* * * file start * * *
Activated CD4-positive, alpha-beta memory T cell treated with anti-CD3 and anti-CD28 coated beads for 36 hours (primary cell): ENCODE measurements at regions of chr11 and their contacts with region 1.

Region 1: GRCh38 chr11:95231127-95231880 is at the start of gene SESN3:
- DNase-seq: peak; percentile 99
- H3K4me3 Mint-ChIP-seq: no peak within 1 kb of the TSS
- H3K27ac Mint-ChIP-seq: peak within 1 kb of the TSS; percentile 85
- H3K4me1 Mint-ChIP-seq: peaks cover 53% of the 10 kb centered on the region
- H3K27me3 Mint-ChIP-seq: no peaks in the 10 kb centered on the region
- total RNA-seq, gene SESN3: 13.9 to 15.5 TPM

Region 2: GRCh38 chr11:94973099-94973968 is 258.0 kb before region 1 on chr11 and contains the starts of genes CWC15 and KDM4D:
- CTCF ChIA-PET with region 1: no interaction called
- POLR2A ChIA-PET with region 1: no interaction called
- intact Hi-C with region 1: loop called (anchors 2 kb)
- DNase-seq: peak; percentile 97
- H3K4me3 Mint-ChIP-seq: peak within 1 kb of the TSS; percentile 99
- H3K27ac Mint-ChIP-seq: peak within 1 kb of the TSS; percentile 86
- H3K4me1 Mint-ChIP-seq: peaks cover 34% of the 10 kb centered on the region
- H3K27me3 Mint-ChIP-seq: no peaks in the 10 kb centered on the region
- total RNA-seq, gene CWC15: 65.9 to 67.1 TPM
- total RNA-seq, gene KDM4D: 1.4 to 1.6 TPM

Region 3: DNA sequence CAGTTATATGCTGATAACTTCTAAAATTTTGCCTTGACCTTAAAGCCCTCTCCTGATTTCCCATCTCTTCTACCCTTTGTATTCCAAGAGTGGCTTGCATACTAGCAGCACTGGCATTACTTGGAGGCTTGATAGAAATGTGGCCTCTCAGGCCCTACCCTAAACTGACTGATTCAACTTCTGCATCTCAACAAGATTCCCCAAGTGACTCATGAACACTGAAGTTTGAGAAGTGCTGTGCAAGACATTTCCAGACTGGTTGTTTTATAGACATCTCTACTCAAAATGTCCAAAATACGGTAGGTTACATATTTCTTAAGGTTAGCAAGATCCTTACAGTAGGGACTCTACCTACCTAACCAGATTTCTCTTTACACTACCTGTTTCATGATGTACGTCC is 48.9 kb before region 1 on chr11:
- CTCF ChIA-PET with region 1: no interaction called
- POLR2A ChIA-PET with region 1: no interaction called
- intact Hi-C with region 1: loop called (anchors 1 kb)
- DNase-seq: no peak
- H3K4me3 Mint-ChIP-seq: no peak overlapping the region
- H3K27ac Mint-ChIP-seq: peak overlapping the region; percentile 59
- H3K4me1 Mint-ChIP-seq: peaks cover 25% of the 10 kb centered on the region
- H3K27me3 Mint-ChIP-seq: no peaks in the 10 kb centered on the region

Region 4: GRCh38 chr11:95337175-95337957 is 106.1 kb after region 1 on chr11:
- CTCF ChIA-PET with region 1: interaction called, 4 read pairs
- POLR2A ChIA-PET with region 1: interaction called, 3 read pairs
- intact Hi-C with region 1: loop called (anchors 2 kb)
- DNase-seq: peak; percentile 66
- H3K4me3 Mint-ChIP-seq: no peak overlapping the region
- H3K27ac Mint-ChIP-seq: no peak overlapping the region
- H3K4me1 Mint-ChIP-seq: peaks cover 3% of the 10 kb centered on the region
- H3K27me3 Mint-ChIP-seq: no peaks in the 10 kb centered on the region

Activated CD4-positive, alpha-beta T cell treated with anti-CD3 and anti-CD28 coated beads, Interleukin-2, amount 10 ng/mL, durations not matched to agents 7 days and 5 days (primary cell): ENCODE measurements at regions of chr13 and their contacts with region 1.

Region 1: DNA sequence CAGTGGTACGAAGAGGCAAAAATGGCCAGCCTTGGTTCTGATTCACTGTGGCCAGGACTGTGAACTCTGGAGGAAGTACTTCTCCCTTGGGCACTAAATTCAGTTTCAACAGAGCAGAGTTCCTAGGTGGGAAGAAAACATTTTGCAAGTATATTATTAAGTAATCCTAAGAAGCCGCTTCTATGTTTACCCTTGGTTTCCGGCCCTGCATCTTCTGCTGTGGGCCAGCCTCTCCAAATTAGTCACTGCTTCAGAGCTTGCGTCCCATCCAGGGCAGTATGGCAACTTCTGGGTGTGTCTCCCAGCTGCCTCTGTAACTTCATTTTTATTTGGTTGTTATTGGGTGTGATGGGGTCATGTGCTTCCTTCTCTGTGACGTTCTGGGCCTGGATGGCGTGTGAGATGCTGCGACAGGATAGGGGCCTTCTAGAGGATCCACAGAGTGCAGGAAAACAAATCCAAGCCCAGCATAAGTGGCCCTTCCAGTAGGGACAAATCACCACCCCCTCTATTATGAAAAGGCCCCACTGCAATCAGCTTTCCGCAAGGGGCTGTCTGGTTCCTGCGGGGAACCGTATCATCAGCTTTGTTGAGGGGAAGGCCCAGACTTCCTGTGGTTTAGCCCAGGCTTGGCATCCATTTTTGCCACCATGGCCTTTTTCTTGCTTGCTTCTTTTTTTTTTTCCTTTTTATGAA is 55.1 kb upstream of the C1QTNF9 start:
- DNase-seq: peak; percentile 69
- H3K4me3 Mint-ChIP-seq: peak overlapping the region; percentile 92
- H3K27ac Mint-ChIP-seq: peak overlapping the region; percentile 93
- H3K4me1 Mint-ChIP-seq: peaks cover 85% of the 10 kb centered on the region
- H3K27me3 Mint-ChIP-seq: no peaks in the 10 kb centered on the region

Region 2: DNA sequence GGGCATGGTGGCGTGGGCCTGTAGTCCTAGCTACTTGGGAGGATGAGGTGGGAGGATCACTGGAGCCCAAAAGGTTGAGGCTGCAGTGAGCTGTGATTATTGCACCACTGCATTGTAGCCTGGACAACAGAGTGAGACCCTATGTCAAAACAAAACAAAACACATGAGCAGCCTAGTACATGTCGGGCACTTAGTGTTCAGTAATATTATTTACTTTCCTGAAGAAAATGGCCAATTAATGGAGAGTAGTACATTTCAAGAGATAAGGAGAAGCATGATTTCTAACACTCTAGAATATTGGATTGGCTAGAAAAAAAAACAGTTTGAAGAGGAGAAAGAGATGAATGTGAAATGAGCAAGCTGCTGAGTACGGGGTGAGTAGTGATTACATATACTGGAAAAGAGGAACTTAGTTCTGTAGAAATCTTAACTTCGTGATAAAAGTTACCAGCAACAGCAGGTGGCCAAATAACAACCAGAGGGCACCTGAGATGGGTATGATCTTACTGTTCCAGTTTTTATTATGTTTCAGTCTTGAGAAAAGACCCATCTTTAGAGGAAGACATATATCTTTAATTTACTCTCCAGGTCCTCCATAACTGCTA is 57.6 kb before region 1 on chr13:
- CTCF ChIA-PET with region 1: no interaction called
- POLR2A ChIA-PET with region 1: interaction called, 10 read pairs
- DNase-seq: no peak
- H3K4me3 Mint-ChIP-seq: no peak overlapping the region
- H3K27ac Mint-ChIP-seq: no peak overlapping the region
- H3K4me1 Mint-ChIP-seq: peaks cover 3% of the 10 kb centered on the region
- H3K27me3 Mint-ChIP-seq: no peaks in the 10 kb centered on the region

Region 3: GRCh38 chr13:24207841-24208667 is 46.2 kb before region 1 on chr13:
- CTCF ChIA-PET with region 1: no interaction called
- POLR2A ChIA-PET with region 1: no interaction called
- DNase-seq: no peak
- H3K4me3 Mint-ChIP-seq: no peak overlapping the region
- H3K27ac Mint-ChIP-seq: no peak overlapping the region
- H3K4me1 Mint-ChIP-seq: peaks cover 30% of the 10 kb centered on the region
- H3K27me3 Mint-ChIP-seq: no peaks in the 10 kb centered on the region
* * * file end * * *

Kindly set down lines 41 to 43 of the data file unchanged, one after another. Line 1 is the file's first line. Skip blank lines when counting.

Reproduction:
- H3K4me3 Mint-ChIP-seq: peak overlapping the region; percentile 92
- H3K27ac Mint-ChIP-seq: peak overlapping the region; percentile 93
- H3K4me1 Mint-ChIP-seq: peaks cover 85% of the 10 kb centered on the region